Premium hike caused by funding reduction

Posted: June 09, 2014

When it comes to health insurance, Anthony Capone considers himself "on top of this stuff."

So in 2013 when the Mount Laurel businessman turned 65, he pored over Medicare Advantage plans, even visiting a Horizon Blue Cross Blue Shield store to talk details. He eventually bought a Horizon no-premium Medicare Advantage plan.

He liked the policy so much he persuaded his then-89-year-old mother to ditch her plan and go with Horizon. So in the fall, Capone was primed to renew during open enrollment until he saw that his no-premium insurance had removed the "no."

The 2014 version of the plan came with a monthly premium of $153.70.

"I called Horizon and they told me directly that the funds for Medicare Advantage plans had been reduced because of the Affordable Care Act."

It's true. The law calls for a phased reduction in payments to traditional Medicare and to Medicare Advantage programs starting in 2011 and continuing over the next decade. Besides getting more people insured, the ACA also aims to rein in health care costs, including Medicare. In the next 10 years, cutbacks to Medicare Advantage will total $156 billion.

"The reality is that Medicare Advantage plans are going to be confronted with significant payment reductions under the terms of the Affordable Care Act for the next 10 years at least," said Robert Moffit, director of the Heritage Foundation's Center for Health Policy Studies. "The entire Medicare program is going to undergo some significant payment reductions" over the next decade.

Medicare Advantage plans differ from traditional Medicare in that Advantage plans are bought through private insurers that contract with Medicare. Services for people enrolled in Medicare Advantage are paid through the plan, not by traditional Medicare.

Moffit said the payment cuts to Advantage plans were "unprecedented" and that the law also calls for a hard cap and would no longer be automatically funded. "This thing was orchestrated by a liberal Democratic Congress. That was stunning."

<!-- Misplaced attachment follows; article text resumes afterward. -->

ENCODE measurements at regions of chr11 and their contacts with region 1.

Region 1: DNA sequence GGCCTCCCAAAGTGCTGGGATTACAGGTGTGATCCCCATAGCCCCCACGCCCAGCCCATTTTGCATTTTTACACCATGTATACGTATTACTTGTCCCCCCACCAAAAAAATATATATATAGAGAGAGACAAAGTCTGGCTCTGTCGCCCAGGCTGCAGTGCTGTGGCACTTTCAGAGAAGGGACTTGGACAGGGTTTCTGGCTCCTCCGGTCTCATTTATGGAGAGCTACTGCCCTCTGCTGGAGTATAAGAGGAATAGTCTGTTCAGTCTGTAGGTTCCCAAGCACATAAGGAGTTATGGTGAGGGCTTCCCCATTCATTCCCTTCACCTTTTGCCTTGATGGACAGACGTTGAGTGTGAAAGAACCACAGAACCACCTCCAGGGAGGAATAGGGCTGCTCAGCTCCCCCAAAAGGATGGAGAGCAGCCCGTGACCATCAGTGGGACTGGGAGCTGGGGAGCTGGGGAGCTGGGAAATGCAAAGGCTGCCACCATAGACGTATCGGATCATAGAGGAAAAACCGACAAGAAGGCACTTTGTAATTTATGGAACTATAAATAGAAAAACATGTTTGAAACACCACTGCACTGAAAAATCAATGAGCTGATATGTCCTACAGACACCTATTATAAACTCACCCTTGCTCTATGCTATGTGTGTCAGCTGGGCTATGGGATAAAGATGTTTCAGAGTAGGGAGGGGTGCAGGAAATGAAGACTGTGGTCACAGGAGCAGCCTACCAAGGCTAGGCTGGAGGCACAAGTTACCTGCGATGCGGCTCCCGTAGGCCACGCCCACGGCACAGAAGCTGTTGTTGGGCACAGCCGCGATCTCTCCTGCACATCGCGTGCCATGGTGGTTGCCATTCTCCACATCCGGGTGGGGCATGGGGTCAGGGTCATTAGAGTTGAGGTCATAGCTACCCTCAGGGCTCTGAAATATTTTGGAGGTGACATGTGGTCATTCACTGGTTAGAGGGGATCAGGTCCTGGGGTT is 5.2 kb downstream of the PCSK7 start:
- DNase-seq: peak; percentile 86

"The Medicare Advantage plans are trying to absorb these cuts even as they are trying to service a larger and a fast-growing Medicare population," he said. "Common sense says that if you pay less, you are not going to get more."

The answer, he said, was to "repeal the ACA. Short of that, then gut it."

Not so fast, says Mark Duggan of the University of Pennsylvania's Wharton School. In a recent paper for the National Bureau of Economic Research, Duggan found that the cuts to Medicare Advantage were just slowing the rate of increase.

And "it's not like it translates one-for-one in higher prices," said Duggan, a professor of health-care management. "There is a little bit of a relationship. But if you cut reimbursement by $100, a lot of that comes from insurer profits."

There is no indication that higher premiums are scaring people away from Medicare Advantage. A 2013 report by the Henry J. Kaiser Family Foundation found that more than 14 million people were enrolled in Advantage plans, a 30 percent rise from 2010, when the ACA cuts were announced.

One reason the plans have become so popular, Duggan said, is that Advantage plans are paid significantly more than traditional Medicare. "So reducing the reimbursement makes some sense. If you are going to reduce Medicare spending, Medicare Advantage is a natural place to shine a light."

In the fall, Capone shined his own light on other Advantage plans. He bought an AmeriHealth plan, similar to his Horizon policy, for $26 a month. He's happy with the plan, but not with the system.

"What bothers the hell out of me is that my mother would never be able to go through these plans and figure out what's going on," he said. "There is not a chance that she would be able to make a legitimate decision because of the detail involved."

This story was done in partnership with Kaiser Health News, an editorially independent program of the Kaiser Family Foundation.


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